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The Boise State Taekwondo team hosted its first tournament since 2009.

The Boise State Taekwondo club has been around since the late 80s, but it seemed to have been forgotten. It hadn’t hosted any tournaments since 2009. However, on Dec. 6 the Taekwondo club held a six- hour Taekwondo open tournament in the Student Union Building Simplot

Overall, there were 95 competitors at the tournament. The teams from Idaho included the Taekwondo Training Center, Sun Valley Taekwondo, McCall Taekwondo, Jerome Taekwondo, Martial Way, Stanley Taekwondo, Dragon Fire Martial Arts of Tang Soo Do and, of course, Boise State Taekwondo club.

The tournament ran in a round-robin format, where everyone went up against each participant in their division.

“It provides more opportunity for learning and competition than single or double elimination tournament formats,” Boise State Taekwondo master and club advisor Jason Jeffries said.

Divisions are organized by age, height, weight and rank.

The tournament started at white belts then moved to yellow, green, blue, red, red/black and black. Competitors were judged on poomsae, which is a display of balance, rhythm and technique, and sparring. The practical combative application with one’s opponent.

Kyorugi consists of two individuals facing off, one blue and one red.

To score a point one needs to strike with a part of the foot below the ankle or the front of the fist that delivers a “trembling shock” or “abrupt displacement.”

Non-turning kicks to the body earn one point, turning kicks to the body earn two  points, non-turning kicks to the head earn three points and turning kicks to the head earn  four points.

Boise State had three of its club members place in
the event.

Junny Foo, a black belt,  and also the clubs treasurer,  hadn’t competed in any Taekwondo tournaments before. She came in second in poomsae and third in sparring.

Kody Bensinger, a Boise State  alumni and a green belt, received gold in sparring and silver in poomsae.

Luis Urias received gold in both sparring and poomsae.

Urias who also served as judge for the event was impressed with what he saw.

“I was very pleased with the turnout for my first time hosting a tournament,” Urias said. “As a judge, I’d say I saw pretty good competitors, especially with how young some of the kids were. I wasn’t as impressed with the older, more experienced competitors; they lacked flexibility and timing that they should have had with their experience level.”

According to Urias, the instructors, all of whom have gone through training through USA Taekwondo, seemed to have enjoyed  their experience and made the best out of it.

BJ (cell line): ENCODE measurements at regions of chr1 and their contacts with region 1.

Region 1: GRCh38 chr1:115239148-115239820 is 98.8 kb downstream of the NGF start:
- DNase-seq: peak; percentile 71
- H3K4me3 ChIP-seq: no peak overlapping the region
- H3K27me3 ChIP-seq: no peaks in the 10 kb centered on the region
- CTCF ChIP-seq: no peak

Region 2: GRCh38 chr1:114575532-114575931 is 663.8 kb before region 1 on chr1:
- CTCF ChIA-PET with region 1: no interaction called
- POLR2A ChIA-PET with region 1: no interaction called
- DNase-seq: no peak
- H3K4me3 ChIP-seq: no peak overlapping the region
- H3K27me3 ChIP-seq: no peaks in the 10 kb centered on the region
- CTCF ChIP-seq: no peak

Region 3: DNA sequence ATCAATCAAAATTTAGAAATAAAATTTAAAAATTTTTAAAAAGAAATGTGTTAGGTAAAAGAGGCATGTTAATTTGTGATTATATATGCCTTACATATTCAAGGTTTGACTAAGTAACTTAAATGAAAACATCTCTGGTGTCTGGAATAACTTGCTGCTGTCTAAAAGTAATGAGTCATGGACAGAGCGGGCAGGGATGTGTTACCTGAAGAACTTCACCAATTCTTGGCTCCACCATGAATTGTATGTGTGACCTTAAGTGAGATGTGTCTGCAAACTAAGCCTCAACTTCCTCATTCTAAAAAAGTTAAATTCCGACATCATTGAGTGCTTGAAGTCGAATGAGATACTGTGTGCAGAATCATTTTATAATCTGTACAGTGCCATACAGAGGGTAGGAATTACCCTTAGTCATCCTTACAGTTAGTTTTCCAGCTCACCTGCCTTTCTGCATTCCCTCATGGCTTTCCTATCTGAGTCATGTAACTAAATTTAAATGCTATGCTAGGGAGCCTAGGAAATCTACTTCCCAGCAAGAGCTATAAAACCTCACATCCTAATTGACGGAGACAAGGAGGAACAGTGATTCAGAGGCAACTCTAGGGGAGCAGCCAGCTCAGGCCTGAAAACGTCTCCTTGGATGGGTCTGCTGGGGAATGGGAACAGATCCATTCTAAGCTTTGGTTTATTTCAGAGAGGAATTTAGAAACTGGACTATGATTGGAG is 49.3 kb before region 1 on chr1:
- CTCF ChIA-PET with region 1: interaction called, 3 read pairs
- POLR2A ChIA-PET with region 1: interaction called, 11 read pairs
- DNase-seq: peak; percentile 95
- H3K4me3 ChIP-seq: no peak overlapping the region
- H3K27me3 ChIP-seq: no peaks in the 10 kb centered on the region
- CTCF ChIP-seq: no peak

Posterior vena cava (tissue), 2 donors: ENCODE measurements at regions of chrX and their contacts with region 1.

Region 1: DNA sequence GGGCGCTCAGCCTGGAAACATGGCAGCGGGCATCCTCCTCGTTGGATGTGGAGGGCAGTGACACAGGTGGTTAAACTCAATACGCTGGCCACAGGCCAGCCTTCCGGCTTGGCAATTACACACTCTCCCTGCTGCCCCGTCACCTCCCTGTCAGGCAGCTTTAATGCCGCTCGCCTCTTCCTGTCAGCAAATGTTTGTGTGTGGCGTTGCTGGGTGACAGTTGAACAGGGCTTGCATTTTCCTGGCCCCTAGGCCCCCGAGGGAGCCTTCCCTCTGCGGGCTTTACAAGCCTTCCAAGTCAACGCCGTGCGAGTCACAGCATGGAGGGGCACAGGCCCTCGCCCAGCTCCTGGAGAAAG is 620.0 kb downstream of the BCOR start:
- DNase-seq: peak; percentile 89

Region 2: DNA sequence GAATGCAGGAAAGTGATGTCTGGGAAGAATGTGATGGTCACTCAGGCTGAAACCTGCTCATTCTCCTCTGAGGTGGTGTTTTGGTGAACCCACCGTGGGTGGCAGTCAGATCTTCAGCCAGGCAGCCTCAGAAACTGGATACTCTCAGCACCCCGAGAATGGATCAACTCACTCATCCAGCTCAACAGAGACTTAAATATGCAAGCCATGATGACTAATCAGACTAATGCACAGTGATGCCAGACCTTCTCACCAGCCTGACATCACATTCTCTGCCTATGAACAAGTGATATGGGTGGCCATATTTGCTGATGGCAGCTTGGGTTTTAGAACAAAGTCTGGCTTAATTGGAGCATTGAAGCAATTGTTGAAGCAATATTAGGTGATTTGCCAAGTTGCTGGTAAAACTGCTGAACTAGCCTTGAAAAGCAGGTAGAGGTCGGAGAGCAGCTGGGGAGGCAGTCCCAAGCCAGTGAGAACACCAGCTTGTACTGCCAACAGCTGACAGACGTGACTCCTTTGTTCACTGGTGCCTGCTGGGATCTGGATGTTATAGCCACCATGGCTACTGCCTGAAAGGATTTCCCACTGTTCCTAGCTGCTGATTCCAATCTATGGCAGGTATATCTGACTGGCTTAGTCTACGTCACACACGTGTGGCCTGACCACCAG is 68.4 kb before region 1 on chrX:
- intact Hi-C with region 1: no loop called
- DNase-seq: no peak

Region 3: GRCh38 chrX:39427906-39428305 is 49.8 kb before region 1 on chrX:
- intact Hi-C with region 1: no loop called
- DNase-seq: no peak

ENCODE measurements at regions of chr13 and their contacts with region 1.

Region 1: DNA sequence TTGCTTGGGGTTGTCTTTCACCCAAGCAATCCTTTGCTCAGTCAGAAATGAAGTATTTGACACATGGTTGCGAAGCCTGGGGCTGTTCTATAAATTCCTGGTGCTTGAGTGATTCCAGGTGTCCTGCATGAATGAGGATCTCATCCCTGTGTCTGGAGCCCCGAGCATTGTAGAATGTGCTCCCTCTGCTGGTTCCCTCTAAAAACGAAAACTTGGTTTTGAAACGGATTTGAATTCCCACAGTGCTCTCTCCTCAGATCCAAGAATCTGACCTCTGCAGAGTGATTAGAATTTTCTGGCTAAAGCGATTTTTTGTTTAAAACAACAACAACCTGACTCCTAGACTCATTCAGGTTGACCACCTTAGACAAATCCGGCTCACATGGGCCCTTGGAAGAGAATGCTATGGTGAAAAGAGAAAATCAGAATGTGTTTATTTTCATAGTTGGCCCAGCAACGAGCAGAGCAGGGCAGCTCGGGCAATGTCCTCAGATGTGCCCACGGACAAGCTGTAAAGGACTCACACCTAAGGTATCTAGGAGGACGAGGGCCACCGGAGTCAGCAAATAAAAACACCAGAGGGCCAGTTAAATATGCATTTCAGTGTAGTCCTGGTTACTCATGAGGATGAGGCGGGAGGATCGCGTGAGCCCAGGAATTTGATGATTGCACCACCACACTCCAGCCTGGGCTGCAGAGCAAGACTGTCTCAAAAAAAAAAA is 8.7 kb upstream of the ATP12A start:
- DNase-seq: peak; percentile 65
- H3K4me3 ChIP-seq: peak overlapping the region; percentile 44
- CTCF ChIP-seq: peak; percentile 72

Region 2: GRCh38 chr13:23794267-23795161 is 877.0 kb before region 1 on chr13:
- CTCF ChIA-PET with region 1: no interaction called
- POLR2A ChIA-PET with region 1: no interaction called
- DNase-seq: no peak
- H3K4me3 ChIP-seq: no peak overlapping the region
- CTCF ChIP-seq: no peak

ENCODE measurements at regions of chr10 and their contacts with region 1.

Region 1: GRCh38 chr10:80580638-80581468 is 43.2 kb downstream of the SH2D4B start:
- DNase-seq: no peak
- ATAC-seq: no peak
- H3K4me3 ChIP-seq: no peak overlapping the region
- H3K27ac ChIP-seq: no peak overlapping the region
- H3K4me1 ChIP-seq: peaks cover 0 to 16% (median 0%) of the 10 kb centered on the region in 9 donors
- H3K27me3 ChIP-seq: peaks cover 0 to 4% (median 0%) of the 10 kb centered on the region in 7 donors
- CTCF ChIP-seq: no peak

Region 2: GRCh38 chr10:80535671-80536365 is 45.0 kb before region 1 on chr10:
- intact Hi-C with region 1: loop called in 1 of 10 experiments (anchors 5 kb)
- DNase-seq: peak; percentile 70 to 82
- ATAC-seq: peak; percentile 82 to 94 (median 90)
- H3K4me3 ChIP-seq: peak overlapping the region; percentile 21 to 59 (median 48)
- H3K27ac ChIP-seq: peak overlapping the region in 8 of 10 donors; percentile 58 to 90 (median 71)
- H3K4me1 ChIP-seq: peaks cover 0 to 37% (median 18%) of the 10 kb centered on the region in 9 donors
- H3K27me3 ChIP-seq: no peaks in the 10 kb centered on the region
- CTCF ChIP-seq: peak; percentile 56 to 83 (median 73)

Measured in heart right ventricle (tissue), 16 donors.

“Every instructor I spoke to was very pleased with the quality of the tournament,” Urias said.  “It was fast, fun and fair.”

After the success of this tournament the Taekwondo club doesn’t plan on going so long in between tournaments again.

“I think starting from now we will try to host this tournament annually and make it even better next year,”
Foo said.

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The Boise State Track and Field team opened up their season at the Jacksons Open.

The Boise State track and field team is off to a running start after hosting 11 teams at their first meet of the season at the Jacksons Open on Dec. 13.

Individuals had great success at the meet, with three Broncos finishing first in events.

Freshman Alexandru Terpezan debuted for the Broncos in the men’s 400-meter dash, finishing second in the race with a 49.46. Junior Chelsey Washington placed fourth in the women’s 400-meter dash with a 59.75.

Senior Kelly Megan scored her fourth career first-place finish at the meet, taking first in the women’s 500-meter dash with a time of 1:16.47.

The men’s team also had success in the 500-meter dash, with freshman Fernando Martinez debuting with a first-place finish at 1:06.14. Freshman Kyle Kelley finished close behind in second with 1:06.88. Senior Bret Scheve placed fourth at 1:07.20 and junior Rex Stanley at fifth with a time of 1:07.42.

The men’s 4×400-meter relay seized second place, with a combined time of 3:21.60. The women’s 4×400-meter relay team finished fifth at 4:30.10.

The field events also saw great triumphs for the Broncos.

Sophomore Jordan Ward cleared 1.72 meters on her third attempt in the high jump, earning first place. Sophomore Courtney Hutchison placed third in the shot put with 14.11 meters, while juniors Britlie Silvester and Lacie Rasley took fifth and sixth with 13.21 meters and 12.64 meters, respectively.

The weight throw was a successful event for the Broncos, with Silvester taking second (17.50 meters), Karyna Armstrong third (16.41 meters), Rasley in eighth (15.29 meters) and Hutchison tenth (14.39 meters).